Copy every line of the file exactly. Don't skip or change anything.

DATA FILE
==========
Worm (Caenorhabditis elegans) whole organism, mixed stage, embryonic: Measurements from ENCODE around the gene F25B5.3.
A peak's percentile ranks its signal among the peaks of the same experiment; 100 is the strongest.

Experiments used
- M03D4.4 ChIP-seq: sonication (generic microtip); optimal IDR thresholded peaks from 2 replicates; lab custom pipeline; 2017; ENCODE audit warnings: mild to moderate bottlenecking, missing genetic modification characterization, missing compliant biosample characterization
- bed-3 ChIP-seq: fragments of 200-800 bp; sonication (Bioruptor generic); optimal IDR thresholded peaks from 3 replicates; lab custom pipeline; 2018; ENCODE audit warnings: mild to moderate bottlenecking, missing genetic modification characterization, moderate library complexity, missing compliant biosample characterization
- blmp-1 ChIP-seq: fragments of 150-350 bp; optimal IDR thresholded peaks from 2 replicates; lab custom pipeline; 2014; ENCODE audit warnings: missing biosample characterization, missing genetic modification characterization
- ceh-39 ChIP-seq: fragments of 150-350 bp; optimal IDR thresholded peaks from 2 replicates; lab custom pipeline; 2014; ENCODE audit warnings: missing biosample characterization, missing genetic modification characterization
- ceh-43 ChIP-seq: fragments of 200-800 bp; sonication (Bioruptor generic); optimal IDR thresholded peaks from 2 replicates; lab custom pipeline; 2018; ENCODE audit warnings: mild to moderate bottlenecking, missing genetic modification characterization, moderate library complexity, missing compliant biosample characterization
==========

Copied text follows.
Worm (Caenorhabditis elegans) whole organism, mixed stage, embryonic: Measurements from ENCODE around the gene F25B5.3.
A peak's percentile ranks its signal among the peaks of the same experiment; 100 is the strongest.

Experiments used
- M03D4.4 ChIP-seq: sonication (generic microtip); optimal IDR thresholded peaks from 2 replicates; lab custom pipeline; 2017; ENCODE audit warnings: mild to moderate bottlenecking, missing genetic modification characterization, missing compliant biosample characterization
- bed-3 ChIP-seq: fragments of 200-800 bp; sonication (Bioruptor generic); optimal IDR thresholded peaks from 3 replicates; lab custom pipeline; 2018; ENCODE audit warnings: mild to moderate bottlenecking, missing genetic modification characterization, moderate library complexity, missing compliant biosample characterization
- blmp-1 ChIP-seq: fragments of 150-350 bp; optimal IDR thresholded peaks from 2 replicates; lab custom pipeline; 2014; ENCODE audit warnings: missing biosample characterization, missing genetic modification characterization
- ceh-39 ChIP-seq: fragments of 150-350 bp; optimal IDR thresholded peaks from 2 replicates; lab custom pipeline; 2014; ENCODE audit warnings: missing biosample characterization, missing genetic modification characterization
- ceh-43 ChIP-seq: fragments of 200-800 bp; sonication (Bioruptor generic); optimal IDR thresholded peaks from 2 replicates; lab custom pipeline; 2018; ENCODE audit warnings: mild to moderate bottlenecking, missing genetic modification characterization, moderate library complexity, missing compliant biosample characterization